Experimental Economics is coming of age... It is now the third time that experimental economics was mentioned in the main write-up of the Nobel Prize as work done by the Nobel recipient, integral to work for which the Nobel prize was awarded.
The first time was in 2002 when Daniel Kahneman and Vernon Smith received it for "Foundations of Behavioral and Experimental Economics", where, obviously, experimental and behavioral economics played a major role.
The second time was in 2009 when Elinor Ostrom and Oliver E. Williamson shared the prize for "Economic Governance".
Third time is the charm: This year, 2012, Experimental Economics was prominently featured in the write up of the Nobel prize for Alvin Roth (very proud of my adviser:) and Lloyd Shapley.
What is remarkable is that Al didn't win the prize for his work in Experimental Economics but for his work on Market Design. Experiments are just an integral part of that work, an additional method to learn about those markets, next to theory, empirical work and simulations... The success of experiments is that they're now "infiltrating" "standard" economics.
Here's the part where experiments are mentioned (they also mentions under the headline "other contributions of Al Roth" some of his experiments on bargaining and learning).
"4.3 Experimental evidence
The empirical evidence seems to support the hypothesis that stable matching algorithms can prevent market failure (Roth and Xing, 1994, Roth, 2002, Niederle, Roth, and Sönmez, 2008). However, many conditions inuence the success or failure of market institutions. The objective of market designers is to isolate the role of the mechanism itself, and compare the performance of different mechanisms under the same conditions. But this is difficult to accomplish in the real world. For example, British regional medical markets might differ in numerous ways that cannot be controlled by an economist. Accordingly, market designers have turned to controlled laboratory experiments to evaluate and compare the performance of mechanisms.
Kagel and Roth (2000) compared the stable (deferred-acceptance) algorithm used in Edinburgh and Cardiff with the unstable priority-matching algorithm used in Newcastle. In their experiment, a centralized matching mechanism was made available to the subjects, but they could choose to match in a decentralized way, without using the mechanism. When the mechanism used priority matching, the experimental market tended to unravel, and many matches were made outside the mechanism. The deferred-acceptance mechanism did not suffer from the same kind of unraveling. This provided experimental evidence in favor of Roths hypothesis that the matching algorithm itself and, in particular, its stability, contribute importantly to the functioning of the market.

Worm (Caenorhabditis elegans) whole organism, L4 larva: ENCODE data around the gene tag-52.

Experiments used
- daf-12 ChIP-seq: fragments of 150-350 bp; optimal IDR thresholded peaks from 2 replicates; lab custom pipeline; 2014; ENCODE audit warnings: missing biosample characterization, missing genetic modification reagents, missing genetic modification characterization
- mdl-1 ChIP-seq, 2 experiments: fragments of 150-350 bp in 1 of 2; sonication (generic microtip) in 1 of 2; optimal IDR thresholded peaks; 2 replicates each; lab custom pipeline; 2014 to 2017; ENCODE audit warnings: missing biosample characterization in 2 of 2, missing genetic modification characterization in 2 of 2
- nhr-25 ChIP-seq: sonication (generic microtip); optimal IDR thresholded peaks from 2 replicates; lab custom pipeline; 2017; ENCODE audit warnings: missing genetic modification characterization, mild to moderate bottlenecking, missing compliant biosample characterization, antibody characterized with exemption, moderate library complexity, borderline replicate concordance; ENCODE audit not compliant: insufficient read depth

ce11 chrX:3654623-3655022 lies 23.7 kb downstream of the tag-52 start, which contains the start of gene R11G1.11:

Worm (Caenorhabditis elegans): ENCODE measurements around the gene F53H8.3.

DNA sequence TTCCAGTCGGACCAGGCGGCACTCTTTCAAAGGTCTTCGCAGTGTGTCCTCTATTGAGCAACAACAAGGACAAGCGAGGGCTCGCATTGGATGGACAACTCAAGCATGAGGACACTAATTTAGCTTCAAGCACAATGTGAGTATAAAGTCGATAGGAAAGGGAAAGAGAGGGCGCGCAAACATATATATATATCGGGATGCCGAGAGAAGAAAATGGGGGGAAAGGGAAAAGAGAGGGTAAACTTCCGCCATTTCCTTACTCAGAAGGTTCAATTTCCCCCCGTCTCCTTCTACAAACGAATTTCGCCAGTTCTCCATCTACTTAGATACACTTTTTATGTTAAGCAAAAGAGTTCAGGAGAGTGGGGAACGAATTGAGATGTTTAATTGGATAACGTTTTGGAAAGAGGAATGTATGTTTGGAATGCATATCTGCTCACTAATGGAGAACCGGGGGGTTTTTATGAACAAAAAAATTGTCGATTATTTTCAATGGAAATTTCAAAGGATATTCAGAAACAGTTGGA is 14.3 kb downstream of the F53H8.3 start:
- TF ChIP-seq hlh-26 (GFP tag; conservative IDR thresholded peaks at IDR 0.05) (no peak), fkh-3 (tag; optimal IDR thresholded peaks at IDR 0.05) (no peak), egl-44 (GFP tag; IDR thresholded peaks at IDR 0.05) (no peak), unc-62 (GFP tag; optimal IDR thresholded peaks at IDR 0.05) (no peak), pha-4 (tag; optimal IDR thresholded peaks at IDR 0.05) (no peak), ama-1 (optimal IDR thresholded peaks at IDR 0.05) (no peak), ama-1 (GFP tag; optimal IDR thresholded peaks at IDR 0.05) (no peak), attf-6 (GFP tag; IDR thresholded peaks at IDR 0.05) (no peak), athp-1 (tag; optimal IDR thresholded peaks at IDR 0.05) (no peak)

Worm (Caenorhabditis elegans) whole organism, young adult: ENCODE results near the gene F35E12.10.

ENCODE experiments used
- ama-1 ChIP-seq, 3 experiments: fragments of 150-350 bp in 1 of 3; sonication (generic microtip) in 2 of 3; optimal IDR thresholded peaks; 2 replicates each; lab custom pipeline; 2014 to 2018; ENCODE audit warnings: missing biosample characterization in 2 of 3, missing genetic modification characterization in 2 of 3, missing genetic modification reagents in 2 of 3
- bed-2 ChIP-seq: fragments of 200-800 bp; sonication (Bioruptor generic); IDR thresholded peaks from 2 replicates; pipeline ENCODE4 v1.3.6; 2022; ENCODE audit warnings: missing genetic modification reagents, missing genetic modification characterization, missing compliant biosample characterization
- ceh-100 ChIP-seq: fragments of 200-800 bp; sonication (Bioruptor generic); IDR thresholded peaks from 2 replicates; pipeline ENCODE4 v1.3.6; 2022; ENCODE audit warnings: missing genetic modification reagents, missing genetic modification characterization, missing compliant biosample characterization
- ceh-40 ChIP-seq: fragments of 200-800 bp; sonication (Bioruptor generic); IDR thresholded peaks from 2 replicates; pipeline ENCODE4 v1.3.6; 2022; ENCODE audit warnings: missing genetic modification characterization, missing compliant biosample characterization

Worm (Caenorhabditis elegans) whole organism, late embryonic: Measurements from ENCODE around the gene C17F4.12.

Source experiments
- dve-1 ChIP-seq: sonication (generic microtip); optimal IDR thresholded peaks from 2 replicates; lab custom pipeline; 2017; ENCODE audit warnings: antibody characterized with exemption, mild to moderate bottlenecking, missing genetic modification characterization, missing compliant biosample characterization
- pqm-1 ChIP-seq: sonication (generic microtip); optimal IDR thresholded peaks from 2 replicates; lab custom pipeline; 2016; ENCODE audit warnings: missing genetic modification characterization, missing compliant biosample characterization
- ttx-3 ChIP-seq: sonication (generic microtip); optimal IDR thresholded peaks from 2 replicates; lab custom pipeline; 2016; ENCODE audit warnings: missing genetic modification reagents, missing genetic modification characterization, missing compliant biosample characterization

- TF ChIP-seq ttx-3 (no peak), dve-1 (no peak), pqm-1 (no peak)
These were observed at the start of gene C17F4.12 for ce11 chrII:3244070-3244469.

Two regions, Cambridge and London Hospital, presented an anomaly for Roths hypothesis. In these regions, the matching algorithms solved a linear programming problem which did not produce stable outcomes. Yet, these markets did not appear to unravel, and the unstable mechanisms remained
in use (see Table 1). In experiments, the linear programming mechanisms seem to perform no better than priority matching, which suggests that conditions specific to Cambridge and London Hospital, rather than the intrinsic properties of their matching algorithms, may have prevented unraveling there (Ünver, 2005). Roth (1991a) argued that these markets are in fact so small that social pressures may prevent unraveling.
In one U.S. medical labor market (for gastroenterology), a stable algorithm was abandoned after a shock to the demand and supply of positions. McKinney, Niederle and Roth's (2005) laboratory experiments suggested that this market failed mainly because, while employers knew about the exogenous shock, the applicants did not. Shocks that both sides of the market knew about did not seem to cause the same problems. This suggested that the algorithm would fail only under very special conditions. Roth and M. Niederle helped the American Gastroenterology Association reintroduce a deferred-acceptance matching algorithm in 2006. Niederle, Proctor and Roth (2008) describe early evidence in favor of the reintroduced matching mechanism." For the full write up see "Stable Allocations and the practice of Market Design"
Experimental Economics received "honorable mentions" as the work done by a Nobel recipient in the 2005 Nobel prize of Robert J. Aumann and Thomas C. Schelling "Contributions to Game Theory: Analyses of Conflict and Cooperation" and in the 1994 prize of John C. Harsanyi, John F. Nash Jr. and Reinhard Selten "for their pioneering analysis of equilibria in the theory of non-cooperative games".
Experimental Economics (as in laboratory experiments) received some mention as evidence of other economists in the 2001 prize of George A. Akerlof, A. Michael Spence and Joseph E. Stiglitz "Markets with Asymmetric Information".